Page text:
LUCKLESS Melbourne defender Shae Sloane has just one goal coming into the NAB AFLW 2021 season – to play a full game of football.

Sloane, a former Australian volleyball captain, ruptured her right ACL in round one of 2019, her debut match at the top level after playing some VFLW games for Casey.

She diligently did all her rehab, and had pretty much returned to full training when her leg was caught in a tackle at training in December of that year, re-rupturing the same ACL.

It ruled her out for all of 2020, and the 28-year-old primary teacher is grateful to the Dees for giving her a one-year contract.

"I was a little bit nervous, having done two knees and being a bit older, I wasn't sure whether they would stick with me or not," Sloane told womens.afl.

"Having that meeting with Todd (Patterson, list manager), as soon as he told me, there was just this big feeling of relief and gratefulness, and just that excitement to have another pump at it and get out there with everyone.

I'd be so happy to get one game locked away, I think it'd do heaps for me mentally and physically, to be able to prove to myself that I can play a game. And I'm all on track to be able to do that at some point this year.

"I'd be so happy to get one game locked away, I think it'd do heaps for me mentally and physically, to be able to prove to myself that I can play a game. And I'm all on track to be able to do that at some point this year."

It's safe to say rehab 2.0 has been a different experience for Sloane, the younger sister of Adelaide AFL skipper Rory.

Not only was she having to deal with a patella issue, having done more damage this time around, she was trying to build strength after surgery in a state where gyms were closed due to COVID-19.

"It was a bit easier to begin with. We went into lockdown pretty soon after surgery, so that part was a little bit easier because I knew the steps I had to take and the little boxes I had to tick off in those early stages post-surgery," Sloane said.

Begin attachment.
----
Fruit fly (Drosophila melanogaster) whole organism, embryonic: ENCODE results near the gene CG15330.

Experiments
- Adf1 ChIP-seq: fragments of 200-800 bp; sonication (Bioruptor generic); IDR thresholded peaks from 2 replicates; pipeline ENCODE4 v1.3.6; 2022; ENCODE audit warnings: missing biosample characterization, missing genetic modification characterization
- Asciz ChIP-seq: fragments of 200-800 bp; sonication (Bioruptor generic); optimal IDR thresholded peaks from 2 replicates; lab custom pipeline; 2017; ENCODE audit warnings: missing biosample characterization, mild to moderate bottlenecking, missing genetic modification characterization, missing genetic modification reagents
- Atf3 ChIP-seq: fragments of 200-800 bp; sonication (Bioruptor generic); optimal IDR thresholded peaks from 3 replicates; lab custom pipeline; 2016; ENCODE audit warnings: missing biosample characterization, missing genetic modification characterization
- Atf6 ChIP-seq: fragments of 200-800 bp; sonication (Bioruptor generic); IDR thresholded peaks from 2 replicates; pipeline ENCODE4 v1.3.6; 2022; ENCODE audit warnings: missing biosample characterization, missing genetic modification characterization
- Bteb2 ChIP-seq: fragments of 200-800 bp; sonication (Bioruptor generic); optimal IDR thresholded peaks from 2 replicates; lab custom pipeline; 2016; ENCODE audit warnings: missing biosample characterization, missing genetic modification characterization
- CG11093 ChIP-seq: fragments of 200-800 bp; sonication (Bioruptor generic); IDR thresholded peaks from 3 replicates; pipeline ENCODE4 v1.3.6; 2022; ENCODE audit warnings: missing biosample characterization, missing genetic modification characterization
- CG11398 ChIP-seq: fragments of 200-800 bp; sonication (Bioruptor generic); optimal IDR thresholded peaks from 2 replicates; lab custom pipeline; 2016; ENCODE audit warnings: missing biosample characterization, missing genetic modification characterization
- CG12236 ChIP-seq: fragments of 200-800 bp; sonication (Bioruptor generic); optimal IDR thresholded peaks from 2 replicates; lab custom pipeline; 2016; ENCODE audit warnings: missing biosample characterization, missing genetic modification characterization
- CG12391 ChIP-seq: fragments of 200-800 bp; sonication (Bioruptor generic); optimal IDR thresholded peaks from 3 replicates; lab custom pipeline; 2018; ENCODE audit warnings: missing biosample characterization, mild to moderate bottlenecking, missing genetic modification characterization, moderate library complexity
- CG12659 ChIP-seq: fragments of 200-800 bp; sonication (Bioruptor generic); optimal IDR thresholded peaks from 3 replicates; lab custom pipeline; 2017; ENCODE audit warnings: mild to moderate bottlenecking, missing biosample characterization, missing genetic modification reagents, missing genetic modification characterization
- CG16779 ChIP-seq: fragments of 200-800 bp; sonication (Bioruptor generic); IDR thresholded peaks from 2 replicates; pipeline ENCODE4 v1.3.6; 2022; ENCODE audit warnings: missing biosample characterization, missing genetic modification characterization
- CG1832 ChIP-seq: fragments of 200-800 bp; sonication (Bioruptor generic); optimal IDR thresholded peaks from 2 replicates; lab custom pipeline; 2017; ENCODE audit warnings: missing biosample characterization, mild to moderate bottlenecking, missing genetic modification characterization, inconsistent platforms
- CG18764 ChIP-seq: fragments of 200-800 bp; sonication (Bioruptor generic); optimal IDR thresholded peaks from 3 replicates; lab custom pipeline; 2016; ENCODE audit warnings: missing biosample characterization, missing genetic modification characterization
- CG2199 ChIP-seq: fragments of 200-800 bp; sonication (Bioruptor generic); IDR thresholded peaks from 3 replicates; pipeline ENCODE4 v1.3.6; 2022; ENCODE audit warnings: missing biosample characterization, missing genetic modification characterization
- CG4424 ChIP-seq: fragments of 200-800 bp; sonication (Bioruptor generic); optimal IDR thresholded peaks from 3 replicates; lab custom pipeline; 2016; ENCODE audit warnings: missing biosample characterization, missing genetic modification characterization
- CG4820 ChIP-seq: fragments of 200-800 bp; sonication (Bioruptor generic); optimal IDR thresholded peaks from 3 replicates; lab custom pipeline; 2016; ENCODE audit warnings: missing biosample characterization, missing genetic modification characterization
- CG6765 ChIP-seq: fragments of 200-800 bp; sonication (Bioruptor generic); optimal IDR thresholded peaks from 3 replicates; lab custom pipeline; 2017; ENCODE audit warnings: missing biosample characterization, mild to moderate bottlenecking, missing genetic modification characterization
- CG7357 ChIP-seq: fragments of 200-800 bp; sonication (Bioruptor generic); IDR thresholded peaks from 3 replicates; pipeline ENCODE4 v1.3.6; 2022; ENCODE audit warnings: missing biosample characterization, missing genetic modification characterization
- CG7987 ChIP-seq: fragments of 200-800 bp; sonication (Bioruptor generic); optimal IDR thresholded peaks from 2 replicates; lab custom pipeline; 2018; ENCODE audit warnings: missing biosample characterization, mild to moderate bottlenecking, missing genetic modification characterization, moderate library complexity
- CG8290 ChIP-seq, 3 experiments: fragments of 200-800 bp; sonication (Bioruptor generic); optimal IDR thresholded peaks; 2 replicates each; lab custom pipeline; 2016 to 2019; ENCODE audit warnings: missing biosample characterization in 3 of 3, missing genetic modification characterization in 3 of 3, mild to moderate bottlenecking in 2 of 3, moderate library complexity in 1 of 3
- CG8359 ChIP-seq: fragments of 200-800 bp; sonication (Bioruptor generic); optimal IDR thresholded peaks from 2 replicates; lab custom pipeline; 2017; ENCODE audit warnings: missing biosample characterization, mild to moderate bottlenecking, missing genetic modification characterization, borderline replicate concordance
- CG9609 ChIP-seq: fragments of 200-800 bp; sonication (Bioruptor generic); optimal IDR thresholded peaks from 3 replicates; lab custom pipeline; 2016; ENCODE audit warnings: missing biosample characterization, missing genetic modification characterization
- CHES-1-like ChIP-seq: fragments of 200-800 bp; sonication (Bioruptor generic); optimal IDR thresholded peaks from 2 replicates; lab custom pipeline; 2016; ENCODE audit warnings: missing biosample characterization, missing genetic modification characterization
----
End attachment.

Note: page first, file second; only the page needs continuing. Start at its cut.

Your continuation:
"But from there, it was definitely difficult not being able to access a gym. Strength is such a big part of getting your ACL back to the level you want it to be, and then this time around I had a patella tendon graft, and I've had just a little bit of pain in that graft as well.

"That's allowed me to do more things at time but has also limited some movements."

Sloane's rehab got a boost when she spent five weeks in one of the AFL's hubs, accompanying her partner Seamus, who works in the Western Bulldogs' media team.

"He was gone for four months, so after three, I was able to get up there and spend some time in that environment and benefited a lot from it rehab-wise as well as mentally," she said.

"We were in different hubs from the Dees, they were up in Maroochydore and we were down in the Gold Coast. I didn't actually see anyone from Melbourne when I was up there, it was just keeping in touch with everyone back [in Victoria].

"They sent me programs and everything, so I was very lucky to have the support of our strength and conditioning coach, and our physio as well, she was great."

After taking a few weeks away from the club after re-injuring her knee, Sloane slotted into a role on the bench on matchday, working with her backline teammates.

She's looking forward to now finally being on the receiving end of messages from the interchange, and with Harriet Cordner having moved to Richmond, a spot is vacant in defence.

"I was working on a bit of leadership and how to communicate with the girls on game day, reacting to the way the girls were playing and what they needed at that time," she said.

"I think that was a really beneficial role for me, still being involved on game day, and learning how to interact with the girls in a game situation, while not being on the field.

"Hopefully it's something I can take into next year when I'm actually playing with them."